If there is one theme that I cannot resist writing about, it is the sharing of the alleged secrets of millionaires. Smart Money recently gave us a typically insipid example with 10 Things Millionaires Won’t Tell You. (Credit where credit is due, I found it via Free Money Finance.)
I am not sure if I have said this unequivocally before, but I am a millionaire. So, using the level of scientific inquiry typical of Smart Money and its ilk, let’s validate their secrets using this sample of one.
1. “You may think I’m rich, but I don’t.”
The "I don’t" part is basically true, but I’m not so sure about the "you may think I’m rich" part. When you get down to it, a million dollars ain’t really that much money. Something like 1 in 16 US households has a net worth north of a million. Equating millionaire with rich made sense a hundred years ago, but today I think the lifestyle most would associate with rich would start at around $10 million in net worth.
2. “I shop at Wal-Mart . . .”
Basically true, but I’m more of a Target guy. And I live in an under-Wal-Marted part of the country. That said, if you’ve never been to Wal-Mart at 5am on Black Friday you’ve never really seen America.
3. “. . . but I didn’t get rich by skimping on lattes.”
Well, duh. (See my clever discussion of lattes here.)
4. “I have a concierge for everything.”
Is this a joke? They are talking about a paid agent who will score you tickets and dinner reservations. I have never used such a service, have never considered it, and frankly wouldn’t know where to find it if I wanted it. As far as I know, nobody I know has ever used such a thing.
5. “You don’t get rich by being nice.”
This one doesn’t feel right to me, but it is so vague it is hard to mark it down as false. Certainly, guys like Warren Buffet made their fortunes by buying stock from some people for less than it was worth and then selling it to others for more than it was worth, and that is not very nice, is it? But in my experience, being a charming guy people don’t mind spending time with will get you pretty far in life. I, on the other hand, am unemployed.
6. “Taxes are for little people.”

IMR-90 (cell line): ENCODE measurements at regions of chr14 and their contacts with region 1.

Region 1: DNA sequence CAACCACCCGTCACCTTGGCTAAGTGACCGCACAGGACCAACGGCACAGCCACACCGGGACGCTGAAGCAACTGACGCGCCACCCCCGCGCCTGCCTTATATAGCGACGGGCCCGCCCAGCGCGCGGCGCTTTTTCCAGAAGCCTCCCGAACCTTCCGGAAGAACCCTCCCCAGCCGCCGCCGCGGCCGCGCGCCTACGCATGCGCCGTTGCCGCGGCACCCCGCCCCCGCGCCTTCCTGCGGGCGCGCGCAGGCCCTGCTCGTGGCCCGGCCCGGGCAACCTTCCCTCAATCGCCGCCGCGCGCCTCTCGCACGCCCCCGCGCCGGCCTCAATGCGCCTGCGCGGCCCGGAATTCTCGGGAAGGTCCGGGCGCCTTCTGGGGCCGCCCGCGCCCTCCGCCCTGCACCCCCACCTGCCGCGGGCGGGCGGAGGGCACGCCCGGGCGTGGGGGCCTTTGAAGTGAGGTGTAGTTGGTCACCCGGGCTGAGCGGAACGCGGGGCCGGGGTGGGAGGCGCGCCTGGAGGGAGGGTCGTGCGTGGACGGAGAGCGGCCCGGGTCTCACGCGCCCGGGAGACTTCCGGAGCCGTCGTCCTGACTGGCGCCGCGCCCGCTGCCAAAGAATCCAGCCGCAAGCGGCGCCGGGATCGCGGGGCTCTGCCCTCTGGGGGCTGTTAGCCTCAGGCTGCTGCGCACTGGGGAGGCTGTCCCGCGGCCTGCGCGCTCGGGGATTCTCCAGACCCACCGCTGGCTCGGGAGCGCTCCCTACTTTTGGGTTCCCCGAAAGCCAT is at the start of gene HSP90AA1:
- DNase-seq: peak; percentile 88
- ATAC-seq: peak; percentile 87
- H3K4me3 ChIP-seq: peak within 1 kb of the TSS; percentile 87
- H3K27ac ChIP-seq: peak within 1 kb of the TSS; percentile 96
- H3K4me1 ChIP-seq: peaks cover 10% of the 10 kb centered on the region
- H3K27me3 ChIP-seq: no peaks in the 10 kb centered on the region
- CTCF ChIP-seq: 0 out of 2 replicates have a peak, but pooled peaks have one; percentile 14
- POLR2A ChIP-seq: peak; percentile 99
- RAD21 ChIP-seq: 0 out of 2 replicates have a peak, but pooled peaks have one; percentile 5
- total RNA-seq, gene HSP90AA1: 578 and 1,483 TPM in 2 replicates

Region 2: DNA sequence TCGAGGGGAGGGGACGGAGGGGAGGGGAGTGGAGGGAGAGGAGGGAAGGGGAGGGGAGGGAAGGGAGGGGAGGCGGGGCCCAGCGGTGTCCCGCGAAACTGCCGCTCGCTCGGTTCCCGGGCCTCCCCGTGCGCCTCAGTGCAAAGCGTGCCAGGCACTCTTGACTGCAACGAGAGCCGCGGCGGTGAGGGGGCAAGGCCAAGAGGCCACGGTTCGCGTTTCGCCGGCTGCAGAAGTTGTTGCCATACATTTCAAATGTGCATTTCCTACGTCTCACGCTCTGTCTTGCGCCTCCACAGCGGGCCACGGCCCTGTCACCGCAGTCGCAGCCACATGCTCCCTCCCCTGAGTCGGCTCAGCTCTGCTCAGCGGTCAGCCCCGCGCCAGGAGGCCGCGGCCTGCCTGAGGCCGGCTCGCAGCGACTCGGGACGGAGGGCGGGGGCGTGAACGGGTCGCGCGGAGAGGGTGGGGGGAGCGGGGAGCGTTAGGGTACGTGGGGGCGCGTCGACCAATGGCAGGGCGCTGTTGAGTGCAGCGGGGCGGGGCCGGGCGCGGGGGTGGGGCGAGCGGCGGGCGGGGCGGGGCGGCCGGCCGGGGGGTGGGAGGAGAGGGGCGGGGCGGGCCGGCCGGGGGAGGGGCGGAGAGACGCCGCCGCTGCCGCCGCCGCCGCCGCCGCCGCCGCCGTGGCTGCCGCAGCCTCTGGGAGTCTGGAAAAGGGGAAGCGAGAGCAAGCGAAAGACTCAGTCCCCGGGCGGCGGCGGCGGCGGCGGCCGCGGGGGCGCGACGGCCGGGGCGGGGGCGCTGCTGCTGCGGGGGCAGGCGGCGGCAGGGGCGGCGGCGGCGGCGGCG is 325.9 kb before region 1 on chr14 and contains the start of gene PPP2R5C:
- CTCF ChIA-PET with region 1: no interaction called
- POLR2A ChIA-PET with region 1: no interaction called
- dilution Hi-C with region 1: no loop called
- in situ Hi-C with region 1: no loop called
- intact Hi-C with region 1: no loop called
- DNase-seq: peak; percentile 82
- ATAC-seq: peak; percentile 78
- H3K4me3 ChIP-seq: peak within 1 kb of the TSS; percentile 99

The person who said this went to jail for tax evasion. In fact, much as they may resent what they pay, the little people account for just a small slice of federal income tax revenues. As SmartMoney concedes, 1% of taxpayers account for 40% of taxes, and the top 10% pay 70% of the total. Moreover, contrary to popular assumptions, this has been getting more skewed (i.e. progressive) over time. In 1980 the top 1% paid only 20% of taxes. (See interesting chart here.)
7. “I was a B student.”
True. I my GPA was only slightly above a B. But it was at Harvard. That’s brand equity on my resume that has been paying dividends for 20+ years. Where you went to college means less here than it does in just about any other developed nation, but it still counts for a lot. Maybe too much.
8. “Like my Ferrari? It’s a rental.”
Again, this one is so alien to me it sounds like a joke. I used to know one guy who had a Ferrari. He drove it very occasionally on perfect summer days, but mostly just enjoyed having it in the garage. Renting something like that might be a fun splurge, but it is probably a poor investment. Assets such as exotic cars, fine art, and high-end jewelry don’t depreciate much, so owning is relatively cheap.
9. “Turns out money can buy happiness.”
It hasn’t for me. Not yet, anyway. Perhaps I need just a little more of the stuff. Entirely too thoughtful discussion of this here.
10. “You worry about the Joneses — I worry about keeping up with the Trumps.”
The Trumps? Seriously? On what planet is Donald Trump an attractive role model for anything other than implausibly successful self-promotion?
Of course, there is truth to this in that no matter how successful you are, the grass is always greener on the lawn next door. That’s just human nature. And it folds back into the point made above in item #1. Being a middle aged millionaire in America feels common and ordinary because it is common and ordinary. Just being above average does not fill a person with a serene feeling of success. Until you get to the true wealth stratosphere of the billionaires, there will always be plenty of people around you who are more successful.
Final score: 3 true (2, 3, 7) 2 kinda true (1, 10) 2 dubious (5, 9) and 3 off-the-wall-wrong (4, 6, 8).
[Photo – William Helsen]